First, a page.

Professor Clark’s Ao Denko Jutsu, based on the use of vital points, enhances striking and grappling techniques of any given system or style to achieve maximum effect. Many of his techniques are developed through analysis of traditional forms, uncovering effective applications hidden within them.
This world-class instructor has taught martial artists all over the world how to increase the effectiveness of their techniques and gain a better understanding of traditional forms they practice.
|Cost:||Pre-registered – 1 day $55.00 / both days $85.00|
|Day of event – 1 day $65.00 / both days $100.00|
|To pre-register:||Checks should be payable to: Spencer Burns|
|Yachigusa Ryu Aiki Bugei
Attention: School Treasurer
3440 20th Street, #101
San Francisco, CA 94110
|For more information contact:
Gary Moro, Kyoshi Yachigusa Ryu Aiki Bugei (415) 821-1902 / firstname.lastname@example.org
Sensei Jim Ernest, Ramtown Karate (707) 678-4899 / email@example.com
Or visit http://www.yachigusaryu.com, www.ramtownkarate.com, www.ao-denkou-kai.org/seminars.htm
Hojo Jutsu is the traditional Japanese martial art of restraining prisoners with rope. Since the “Yachigusa” family were involved in law enforcement, likely as doshin, hojo is part of the Yachigusa-Ryu curriculum. However, it is a secondary art and we only practice it once or twice a year. I enjoy hojo in a Boy-Scout-merit-badge-in-knot-tying kind of a way.
Some years ago a group of us went to a seminar by Don Angier of Yanagi-Ryu where he spent a whole day teaching hojo techniques and history—as well as another day of jutte and tessen. It was an excellent seminar and I would like an opportunity to learn more of this art.
So I thought it’d be worthwhile to throw up this link to this upcoming seminar, even though I don’t expect to be attending. After all, what better place to learn hojo jutsu than from a Rope Dojo? Although they seem to call the art shibari. And they give a discount for couples. And there’s a section on “Visions and Perversions.”
It’s actually really amusing just how much the arts of hojo jutsu are being kept alive by the bondage community. The traditional art was very intricate, with increasingly elaborate knots for highly ranked prisoners. They took pains to make ties elegant and symmetric with intertwining loops—since “knots” would be dishonorable (if there are no knots, the prisoner is not techinically tied up, so he saves face, right?). Yet the restraints are very efficient and tight (in case the prisoner is a ninja or something). All these qualities are very appealing to certain subsets of society.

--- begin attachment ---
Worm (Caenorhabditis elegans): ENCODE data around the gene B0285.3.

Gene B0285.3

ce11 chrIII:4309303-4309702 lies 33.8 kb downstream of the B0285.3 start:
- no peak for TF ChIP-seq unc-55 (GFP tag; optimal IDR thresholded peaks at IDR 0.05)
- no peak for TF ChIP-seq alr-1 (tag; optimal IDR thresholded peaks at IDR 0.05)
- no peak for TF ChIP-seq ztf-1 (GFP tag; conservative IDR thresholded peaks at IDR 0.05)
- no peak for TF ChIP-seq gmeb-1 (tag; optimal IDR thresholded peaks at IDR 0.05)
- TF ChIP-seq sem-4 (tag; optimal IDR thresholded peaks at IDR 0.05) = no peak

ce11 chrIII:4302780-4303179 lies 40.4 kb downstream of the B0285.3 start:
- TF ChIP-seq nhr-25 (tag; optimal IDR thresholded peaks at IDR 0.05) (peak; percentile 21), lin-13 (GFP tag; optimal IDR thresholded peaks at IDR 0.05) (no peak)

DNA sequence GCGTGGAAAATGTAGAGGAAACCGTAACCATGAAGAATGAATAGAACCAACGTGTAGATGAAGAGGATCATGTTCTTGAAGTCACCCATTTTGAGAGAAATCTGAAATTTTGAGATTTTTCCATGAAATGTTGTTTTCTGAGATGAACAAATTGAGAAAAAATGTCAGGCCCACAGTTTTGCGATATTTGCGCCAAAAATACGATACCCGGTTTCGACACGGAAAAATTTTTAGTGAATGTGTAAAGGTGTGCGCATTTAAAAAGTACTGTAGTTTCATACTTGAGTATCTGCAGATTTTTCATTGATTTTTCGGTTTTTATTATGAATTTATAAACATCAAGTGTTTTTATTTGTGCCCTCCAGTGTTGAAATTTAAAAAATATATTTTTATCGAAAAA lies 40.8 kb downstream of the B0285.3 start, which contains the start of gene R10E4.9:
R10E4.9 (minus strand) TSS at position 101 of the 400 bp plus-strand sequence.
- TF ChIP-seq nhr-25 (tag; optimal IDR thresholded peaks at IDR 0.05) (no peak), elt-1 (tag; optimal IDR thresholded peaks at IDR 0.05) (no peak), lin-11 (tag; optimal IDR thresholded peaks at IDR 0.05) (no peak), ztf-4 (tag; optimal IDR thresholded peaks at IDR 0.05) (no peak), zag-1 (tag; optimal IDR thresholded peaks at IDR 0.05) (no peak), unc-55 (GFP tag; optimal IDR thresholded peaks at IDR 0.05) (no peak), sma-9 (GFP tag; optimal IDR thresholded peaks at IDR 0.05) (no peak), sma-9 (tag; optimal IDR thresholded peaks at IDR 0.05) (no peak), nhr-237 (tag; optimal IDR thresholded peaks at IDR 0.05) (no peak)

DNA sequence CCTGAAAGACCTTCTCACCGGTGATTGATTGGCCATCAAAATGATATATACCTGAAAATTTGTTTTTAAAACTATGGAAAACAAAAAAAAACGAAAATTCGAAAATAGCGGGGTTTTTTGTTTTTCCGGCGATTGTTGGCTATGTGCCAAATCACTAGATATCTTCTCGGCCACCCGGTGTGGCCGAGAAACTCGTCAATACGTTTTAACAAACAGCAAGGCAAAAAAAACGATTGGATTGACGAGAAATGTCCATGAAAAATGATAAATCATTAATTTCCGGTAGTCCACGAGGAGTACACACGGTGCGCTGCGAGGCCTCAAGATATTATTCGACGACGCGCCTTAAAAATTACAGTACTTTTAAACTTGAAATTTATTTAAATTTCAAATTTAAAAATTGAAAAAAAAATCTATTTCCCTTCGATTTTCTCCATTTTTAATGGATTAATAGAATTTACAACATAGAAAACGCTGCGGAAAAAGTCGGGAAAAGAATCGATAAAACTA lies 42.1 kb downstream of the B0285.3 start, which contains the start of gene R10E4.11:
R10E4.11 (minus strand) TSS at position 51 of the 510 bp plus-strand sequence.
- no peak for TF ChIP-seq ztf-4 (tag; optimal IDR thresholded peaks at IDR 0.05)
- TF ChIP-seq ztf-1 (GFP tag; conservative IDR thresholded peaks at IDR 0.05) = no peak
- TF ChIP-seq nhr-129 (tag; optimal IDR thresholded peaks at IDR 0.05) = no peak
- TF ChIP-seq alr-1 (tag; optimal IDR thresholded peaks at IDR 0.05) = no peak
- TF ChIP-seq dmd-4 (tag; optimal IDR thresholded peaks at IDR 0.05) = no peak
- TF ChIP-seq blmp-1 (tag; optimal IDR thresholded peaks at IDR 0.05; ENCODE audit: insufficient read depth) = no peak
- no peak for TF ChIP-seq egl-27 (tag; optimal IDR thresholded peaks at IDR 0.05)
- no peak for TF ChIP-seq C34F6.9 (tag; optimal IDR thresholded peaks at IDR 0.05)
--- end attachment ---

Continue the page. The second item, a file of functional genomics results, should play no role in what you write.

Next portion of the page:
In that vein, perhaps our neighborhood hojo opportunities could be expanding now that the SF Armoury down the street from our dojo is going to be opening under new management(nsfw) as a bondage and fetish film studio.
Or perhaps not.
Ah, San Francisco.
On Oct. 20, 2006 Rick Clark arrived in San Francisco. Since was arriving early Friday afternoon he had agreed to do a private class for my students at my school.
The class started with a lecture where Prof. Clark discussed the pros and cons of using vital point striking in an actual life and death altercation. He discussed the controversy over whether or not vitals were possible to hit on a moving target. While Prof. Clark readily admits it takes a lot of accuracy to hit vital points on a moving target, his rebuttal is that not every part of attacker’s body is moving during every phase of an attack. For example, when a person is grabbed the attacking arm is static and a fairly easy target for vital point striking. Or, when a person is kicking with one leg, the other leg is static.
He then told us about a new concept he has been using to describe the advantages of utilizing vital points in various techniques. He has started using the term “force multiplier.” Basically, this is a military term that he uses to explain how vital points can enhance other techniques: if an arm lock is effective, applying that arm-lock with the addition of vital points increases the force and lethality of the technique. The way he described things made a lot of sense.
After the lecture, Prof. Clark then showed us various techniques, which utilized vital points to make techniques more effective.
Among the techniques he taught were several variations of thumb locks. Unlike the straightforward method where one grabs his opponent’s thumb and bends it backwards, these thumb locks were done by rotating the wrist is specific directions such that the thumb was in a position where the slightest pressure would cause discomfort/pain.
Now, these thumb locks were nothing new to me, but it’s the first time I actually understood—consciously became aware of—what I’ve been doing all these years. In this case, Prof. Clark made me more conscious of how my techniques work, which in the long run will help me to execute and teach them better.